And that’s what’s keeping us watching. He could be building laptops, washing machines, or hula hoops. This could be 1980. 1920, or the distant future. None of that matters. because what we care about is what’s going on inside the mysterious mind of Joe MacMillan – and what he’ll do next. And this is the feeling we should be trying, as writers, to instil in our audiences.

Comics, Movies, and I-Spy Syndrome

I’m in the middle of one of my periodic catch-ups with comics, past and present, and I’m starting to realise why I often find classic comics storylines so unsatisfying.

The thing is, I like comics – but I’m bored by “event” comics. Crossovers, universe merges, reboots, ends of the world – yes, even civil wars – I hate ‘em. But why?

Because they tend to fall into the most seductive of comic book traps – I-Spy syndrome.

D’you remember I-Spy books? They’re what was used to keep kids quiet on long journeys before the hand-held games console came along. They’re pocket-sized books with pictures and some simple text about things you’re likely to see in a particular environment – building styles and types for a city, tree and animal varieties for the countryside. And a tick box [check box, for our US friends] and a number of points.

See the item, tick the box, score the points. You could even send away for a badge once you had a certain number of points (I bet some cheating went on there!)

Anyway, I think you’ve worked out my metaphor by now. Look, it’s Spider-Man! Tick the box. And now Thor is fighting Namor! Tick the box. What does Iron Man think about the alien invasion? Or Captain America, or Aquaman? Here they all come to tell you! Tick, tick, tick.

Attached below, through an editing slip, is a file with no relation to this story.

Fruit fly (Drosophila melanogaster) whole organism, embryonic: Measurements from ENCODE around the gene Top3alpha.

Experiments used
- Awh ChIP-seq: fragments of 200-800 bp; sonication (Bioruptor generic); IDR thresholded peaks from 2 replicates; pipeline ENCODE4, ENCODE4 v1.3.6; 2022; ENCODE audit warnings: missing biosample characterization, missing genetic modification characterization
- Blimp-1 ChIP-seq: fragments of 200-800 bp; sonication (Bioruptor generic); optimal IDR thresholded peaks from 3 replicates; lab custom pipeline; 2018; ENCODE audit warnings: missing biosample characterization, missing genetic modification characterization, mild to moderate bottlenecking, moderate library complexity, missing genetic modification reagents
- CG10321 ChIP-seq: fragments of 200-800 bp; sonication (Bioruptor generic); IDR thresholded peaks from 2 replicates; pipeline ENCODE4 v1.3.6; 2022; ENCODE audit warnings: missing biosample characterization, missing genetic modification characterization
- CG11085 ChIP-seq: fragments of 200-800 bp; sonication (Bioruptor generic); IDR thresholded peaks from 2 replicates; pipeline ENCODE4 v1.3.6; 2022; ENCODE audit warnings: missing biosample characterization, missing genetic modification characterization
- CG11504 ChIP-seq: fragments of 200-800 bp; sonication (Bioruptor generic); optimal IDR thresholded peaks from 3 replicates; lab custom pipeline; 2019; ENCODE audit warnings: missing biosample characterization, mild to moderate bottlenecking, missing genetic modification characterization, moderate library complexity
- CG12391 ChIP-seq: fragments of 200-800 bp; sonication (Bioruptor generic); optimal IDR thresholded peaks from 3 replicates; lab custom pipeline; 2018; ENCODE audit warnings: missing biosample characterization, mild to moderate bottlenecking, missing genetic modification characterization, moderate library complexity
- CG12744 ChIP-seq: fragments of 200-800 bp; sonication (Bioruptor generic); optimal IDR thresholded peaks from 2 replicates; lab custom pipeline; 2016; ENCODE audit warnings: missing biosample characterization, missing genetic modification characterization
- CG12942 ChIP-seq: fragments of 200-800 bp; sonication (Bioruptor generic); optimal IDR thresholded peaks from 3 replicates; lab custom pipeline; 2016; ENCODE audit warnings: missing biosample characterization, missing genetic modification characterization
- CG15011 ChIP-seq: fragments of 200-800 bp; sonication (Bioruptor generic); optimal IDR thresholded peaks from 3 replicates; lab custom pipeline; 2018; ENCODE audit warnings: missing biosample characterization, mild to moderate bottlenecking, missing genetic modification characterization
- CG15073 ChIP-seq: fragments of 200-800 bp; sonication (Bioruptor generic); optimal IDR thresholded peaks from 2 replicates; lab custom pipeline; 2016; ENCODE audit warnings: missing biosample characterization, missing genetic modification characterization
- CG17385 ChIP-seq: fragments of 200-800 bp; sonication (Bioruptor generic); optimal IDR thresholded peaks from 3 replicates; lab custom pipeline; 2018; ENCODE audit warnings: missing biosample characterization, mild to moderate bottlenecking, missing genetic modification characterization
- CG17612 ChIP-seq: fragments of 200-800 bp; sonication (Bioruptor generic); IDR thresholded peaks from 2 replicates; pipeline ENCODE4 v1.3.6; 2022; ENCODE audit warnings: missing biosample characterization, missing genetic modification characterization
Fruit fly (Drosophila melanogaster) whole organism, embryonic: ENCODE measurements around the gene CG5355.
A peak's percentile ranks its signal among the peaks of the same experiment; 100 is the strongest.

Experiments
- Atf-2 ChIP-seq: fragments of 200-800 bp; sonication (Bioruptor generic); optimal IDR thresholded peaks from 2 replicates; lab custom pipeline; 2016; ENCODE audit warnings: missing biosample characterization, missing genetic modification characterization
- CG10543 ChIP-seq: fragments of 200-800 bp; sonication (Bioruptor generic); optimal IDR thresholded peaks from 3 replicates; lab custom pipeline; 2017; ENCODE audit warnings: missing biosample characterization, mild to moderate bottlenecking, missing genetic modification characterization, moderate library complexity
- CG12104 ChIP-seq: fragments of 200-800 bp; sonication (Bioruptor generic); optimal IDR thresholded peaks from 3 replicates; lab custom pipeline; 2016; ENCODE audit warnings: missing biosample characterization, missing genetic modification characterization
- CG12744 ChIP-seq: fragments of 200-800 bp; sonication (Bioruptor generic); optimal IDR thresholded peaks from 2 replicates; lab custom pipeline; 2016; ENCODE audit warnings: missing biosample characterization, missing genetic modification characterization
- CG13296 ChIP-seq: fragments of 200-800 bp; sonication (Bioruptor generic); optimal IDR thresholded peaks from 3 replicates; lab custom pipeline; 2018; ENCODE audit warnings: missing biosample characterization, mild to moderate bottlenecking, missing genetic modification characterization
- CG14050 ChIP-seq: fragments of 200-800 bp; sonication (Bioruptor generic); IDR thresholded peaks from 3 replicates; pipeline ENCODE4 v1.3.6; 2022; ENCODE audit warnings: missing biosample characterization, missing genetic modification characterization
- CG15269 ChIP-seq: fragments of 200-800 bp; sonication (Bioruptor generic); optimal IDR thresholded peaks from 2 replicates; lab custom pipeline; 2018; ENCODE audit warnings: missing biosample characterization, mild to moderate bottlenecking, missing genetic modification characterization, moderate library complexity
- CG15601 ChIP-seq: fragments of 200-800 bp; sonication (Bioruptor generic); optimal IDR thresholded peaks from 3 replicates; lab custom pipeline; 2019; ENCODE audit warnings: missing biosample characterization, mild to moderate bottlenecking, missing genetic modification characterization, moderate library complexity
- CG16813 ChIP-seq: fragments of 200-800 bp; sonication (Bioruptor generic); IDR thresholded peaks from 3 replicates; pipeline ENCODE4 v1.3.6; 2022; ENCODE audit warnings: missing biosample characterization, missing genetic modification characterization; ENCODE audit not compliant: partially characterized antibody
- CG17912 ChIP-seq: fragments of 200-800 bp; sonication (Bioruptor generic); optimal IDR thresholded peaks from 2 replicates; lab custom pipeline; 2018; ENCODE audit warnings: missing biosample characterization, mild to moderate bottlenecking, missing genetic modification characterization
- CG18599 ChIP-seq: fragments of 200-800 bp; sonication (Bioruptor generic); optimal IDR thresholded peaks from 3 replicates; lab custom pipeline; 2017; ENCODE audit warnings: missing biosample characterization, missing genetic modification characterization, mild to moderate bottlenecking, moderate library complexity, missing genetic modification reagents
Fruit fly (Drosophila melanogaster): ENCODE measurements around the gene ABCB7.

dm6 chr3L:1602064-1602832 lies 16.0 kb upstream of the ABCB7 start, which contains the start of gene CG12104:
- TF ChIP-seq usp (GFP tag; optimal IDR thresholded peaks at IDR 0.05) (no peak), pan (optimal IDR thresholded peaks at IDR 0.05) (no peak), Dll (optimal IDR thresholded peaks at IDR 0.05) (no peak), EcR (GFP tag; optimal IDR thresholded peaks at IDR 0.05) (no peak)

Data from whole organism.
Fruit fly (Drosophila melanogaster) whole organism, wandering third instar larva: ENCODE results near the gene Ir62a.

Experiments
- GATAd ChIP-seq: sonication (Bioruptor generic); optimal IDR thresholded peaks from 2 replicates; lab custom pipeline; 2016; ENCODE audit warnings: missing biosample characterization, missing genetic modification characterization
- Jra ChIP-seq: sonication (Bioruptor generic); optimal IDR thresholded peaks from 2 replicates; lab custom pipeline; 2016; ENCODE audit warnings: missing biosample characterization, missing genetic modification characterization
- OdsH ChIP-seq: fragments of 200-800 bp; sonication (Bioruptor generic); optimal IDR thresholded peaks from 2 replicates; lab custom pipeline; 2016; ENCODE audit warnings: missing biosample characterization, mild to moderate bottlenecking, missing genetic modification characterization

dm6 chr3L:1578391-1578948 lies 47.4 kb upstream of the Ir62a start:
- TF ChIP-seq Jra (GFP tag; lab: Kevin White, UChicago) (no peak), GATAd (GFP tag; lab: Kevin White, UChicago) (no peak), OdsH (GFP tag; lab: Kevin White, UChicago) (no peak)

But is this a bad thing? After all, we all cheer when our favourite character reappears in a TV series or movie franchise. We all keep going to movies about the same group of characters, sometimes long past the point where the franchise is any good, because we enjoy being in their company.

And comics at their best are good at character. From Batman and Steve Rogers to John Constantine and Kamala Khan, comics have created protagonists who rank with the very best characters in other media.

But whatever medium you’re working in, narrative is about character change, and change takes time. And the more characters you’re trying to squeeze into your story, the less time you have to effect change in each of those characters.

So all your favourites turn up in this big crossover storyline – but there’s no room for them to be anything other than a cliché. They spout their catchphrase, use their signature weapon, fight a fellow cliché, and depart. Fans buy the issue with their favourite character on the front, all the boxes are ticked, money is made – but doesn’t everyone leave with a faint sense that, well, that could have been a lot more interesting…?

I hope I-Spy Syndrome isn’t going to spread to movies, though recent Marvel and DC news may suggest that it’s going to.

A two-hour movie has room to fully develop maybe four or five characters – and if you doubt me, how many members of Danny Ocean’s team in Ocean’s Eleven can you actually remember as distinct individuals? Or the dwarves in The Hobbit? That was nearly nine hours of screen time, and still I can only recall three with personalities…

So, whether writing comics or movies, remember: a handful of characters making difficult decisions, growing and changing are worth all the guest shots in the world.

Picking Partners

Recently on Twitter, @MysteryBritExec was talking about careers in feature development and the qualities required to work as a development producer or development assistant. So I thought I’d examine things from the other side of the table – as a writer, what should you be looking for when you’re picking a team to develop your project with?